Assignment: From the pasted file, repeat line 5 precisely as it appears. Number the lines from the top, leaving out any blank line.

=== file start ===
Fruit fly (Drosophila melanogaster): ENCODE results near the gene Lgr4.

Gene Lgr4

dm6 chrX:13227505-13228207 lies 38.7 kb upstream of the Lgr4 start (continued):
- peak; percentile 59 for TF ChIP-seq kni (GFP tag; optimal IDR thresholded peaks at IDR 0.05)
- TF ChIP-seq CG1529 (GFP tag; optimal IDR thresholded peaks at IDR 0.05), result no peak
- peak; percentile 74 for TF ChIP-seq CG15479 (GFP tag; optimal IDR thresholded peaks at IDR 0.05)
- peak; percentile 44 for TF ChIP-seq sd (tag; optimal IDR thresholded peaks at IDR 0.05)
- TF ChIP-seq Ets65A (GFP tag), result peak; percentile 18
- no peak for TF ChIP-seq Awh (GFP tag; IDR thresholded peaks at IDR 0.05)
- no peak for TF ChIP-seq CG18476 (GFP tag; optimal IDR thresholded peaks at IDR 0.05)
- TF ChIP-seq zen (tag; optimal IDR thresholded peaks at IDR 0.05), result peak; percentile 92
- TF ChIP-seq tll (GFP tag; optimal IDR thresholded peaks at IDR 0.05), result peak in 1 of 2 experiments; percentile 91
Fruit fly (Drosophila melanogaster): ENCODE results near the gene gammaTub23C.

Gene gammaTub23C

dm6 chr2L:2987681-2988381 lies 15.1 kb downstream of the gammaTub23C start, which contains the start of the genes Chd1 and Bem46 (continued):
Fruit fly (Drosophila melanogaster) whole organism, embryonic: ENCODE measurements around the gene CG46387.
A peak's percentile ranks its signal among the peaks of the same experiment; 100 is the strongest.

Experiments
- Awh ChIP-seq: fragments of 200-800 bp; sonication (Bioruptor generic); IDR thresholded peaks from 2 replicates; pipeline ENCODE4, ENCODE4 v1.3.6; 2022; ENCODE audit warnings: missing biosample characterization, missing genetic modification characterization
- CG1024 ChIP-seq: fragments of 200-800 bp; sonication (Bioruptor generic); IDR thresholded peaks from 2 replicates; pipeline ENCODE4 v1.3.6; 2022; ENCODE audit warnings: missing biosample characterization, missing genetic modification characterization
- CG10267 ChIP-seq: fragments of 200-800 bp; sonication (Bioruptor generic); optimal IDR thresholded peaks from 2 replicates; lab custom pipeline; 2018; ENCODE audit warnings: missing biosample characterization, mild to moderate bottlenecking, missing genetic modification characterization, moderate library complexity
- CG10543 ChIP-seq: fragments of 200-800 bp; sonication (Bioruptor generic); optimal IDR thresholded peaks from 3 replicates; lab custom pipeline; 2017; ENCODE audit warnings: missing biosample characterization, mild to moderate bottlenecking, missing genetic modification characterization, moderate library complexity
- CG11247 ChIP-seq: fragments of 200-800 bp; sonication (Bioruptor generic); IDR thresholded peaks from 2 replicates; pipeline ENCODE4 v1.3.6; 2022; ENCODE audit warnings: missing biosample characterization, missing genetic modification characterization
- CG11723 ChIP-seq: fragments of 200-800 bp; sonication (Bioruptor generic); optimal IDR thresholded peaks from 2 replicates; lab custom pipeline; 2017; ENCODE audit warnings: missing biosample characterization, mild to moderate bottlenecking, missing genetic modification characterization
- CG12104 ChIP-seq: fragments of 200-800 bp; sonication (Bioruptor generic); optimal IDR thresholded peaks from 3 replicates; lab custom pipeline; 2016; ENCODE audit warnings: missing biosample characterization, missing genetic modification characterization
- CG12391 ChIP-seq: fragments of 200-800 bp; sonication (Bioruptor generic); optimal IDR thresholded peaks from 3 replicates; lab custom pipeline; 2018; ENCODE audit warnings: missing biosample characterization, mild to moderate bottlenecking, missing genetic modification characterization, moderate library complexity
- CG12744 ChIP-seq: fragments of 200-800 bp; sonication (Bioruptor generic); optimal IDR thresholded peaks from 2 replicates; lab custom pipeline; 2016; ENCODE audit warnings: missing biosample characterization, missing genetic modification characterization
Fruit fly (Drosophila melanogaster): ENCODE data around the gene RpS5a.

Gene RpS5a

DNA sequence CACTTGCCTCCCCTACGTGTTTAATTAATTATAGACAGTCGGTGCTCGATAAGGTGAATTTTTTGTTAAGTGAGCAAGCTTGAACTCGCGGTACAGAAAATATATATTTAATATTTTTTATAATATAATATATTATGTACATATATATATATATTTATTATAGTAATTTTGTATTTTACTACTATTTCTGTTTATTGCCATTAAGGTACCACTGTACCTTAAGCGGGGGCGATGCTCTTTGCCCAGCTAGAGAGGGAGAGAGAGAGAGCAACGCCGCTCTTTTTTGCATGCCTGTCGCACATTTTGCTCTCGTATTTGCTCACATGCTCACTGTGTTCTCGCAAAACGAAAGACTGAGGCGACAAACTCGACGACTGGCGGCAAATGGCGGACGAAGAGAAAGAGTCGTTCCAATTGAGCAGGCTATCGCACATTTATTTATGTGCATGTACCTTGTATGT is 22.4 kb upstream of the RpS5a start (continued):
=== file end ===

- TF ChIP-seq CG1529 (GFP tag; optimal IDR thresholded peaks at IDR 0.05), result no peak